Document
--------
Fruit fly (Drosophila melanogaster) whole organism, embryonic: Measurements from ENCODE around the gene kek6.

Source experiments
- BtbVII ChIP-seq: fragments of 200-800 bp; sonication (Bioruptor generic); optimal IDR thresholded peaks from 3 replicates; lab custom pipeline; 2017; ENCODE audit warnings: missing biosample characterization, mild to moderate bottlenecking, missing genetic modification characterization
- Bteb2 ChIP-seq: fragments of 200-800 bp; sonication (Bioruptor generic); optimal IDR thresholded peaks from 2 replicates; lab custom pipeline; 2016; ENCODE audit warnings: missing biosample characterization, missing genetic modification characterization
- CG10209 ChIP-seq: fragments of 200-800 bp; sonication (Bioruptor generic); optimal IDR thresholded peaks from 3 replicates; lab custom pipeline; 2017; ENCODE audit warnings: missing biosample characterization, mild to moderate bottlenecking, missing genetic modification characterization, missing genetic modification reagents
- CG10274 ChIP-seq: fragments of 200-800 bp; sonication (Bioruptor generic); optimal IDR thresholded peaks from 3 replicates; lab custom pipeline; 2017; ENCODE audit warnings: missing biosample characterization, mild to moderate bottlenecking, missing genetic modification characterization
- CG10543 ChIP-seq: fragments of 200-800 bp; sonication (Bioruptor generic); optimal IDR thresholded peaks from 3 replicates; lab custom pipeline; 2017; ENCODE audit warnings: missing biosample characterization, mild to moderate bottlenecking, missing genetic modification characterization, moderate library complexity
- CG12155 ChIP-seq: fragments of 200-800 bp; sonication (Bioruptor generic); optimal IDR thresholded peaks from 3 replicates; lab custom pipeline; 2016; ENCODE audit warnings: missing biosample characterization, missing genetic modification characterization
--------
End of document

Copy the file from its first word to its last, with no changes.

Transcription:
Fruit fly (Drosophila melanogaster) whole organism, embryonic: Measurements from ENCODE around the gene kek6.

Source experiments
- BtbVII ChIP-seq: fragments of 200-800 bp; sonication (Bioruptor generic); optimal IDR thresholded peaks from 3 replicates; lab custom pipeline; 2017; ENCODE audit warnings: missing biosample characterization, mild to moderate bottlenecking, missing genetic modification characterization
- Bteb2 ChIP-seq: fragments of 200-800 bp; sonication (Bioruptor generic); optimal IDR thresholded peaks from 2 replicates; lab custom pipeline; 2016; ENCODE audit warnings: missing biosample characterization, missing genetic modification characterization
- CG10209 ChIP-seq: fragments of 200-800 bp; sonication (Bioruptor generic); optimal IDR thresholded peaks from 3 replicates; lab custom pipeline; 2017; ENCODE audit warnings: missing biosample characterization, mild to moderate bottlenecking, missing genetic modification characterization, missing genetic modification reagents
- CG10274 ChIP-seq: fragments of 200-800 bp; sonication (Bioruptor generic); optimal IDR thresholded peaks from 3 replicates; lab custom pipeline; 2017; ENCODE audit warnings: missing biosample characterization, mild to moderate bottlenecking, missing genetic modification characterization
- CG10543 ChIP-seq: fragments of 200-800 bp; sonication (Bioruptor generic); optimal IDR thresholded peaks from 3 replicates; lab custom pipeline; 2017; ENCODE audit warnings: missing biosample characterization, mild to moderate bottlenecking, missing genetic modification characterization, moderate library complexity
- CG12155 ChIP-seq: fragments of 200-800 bp; sonication (Bioruptor generic); optimal IDR thresholded peaks from 3 replicates; lab custom pipeline; 2016; ENCODE audit warnings: missing biosample characterization, missing genetic modification characterization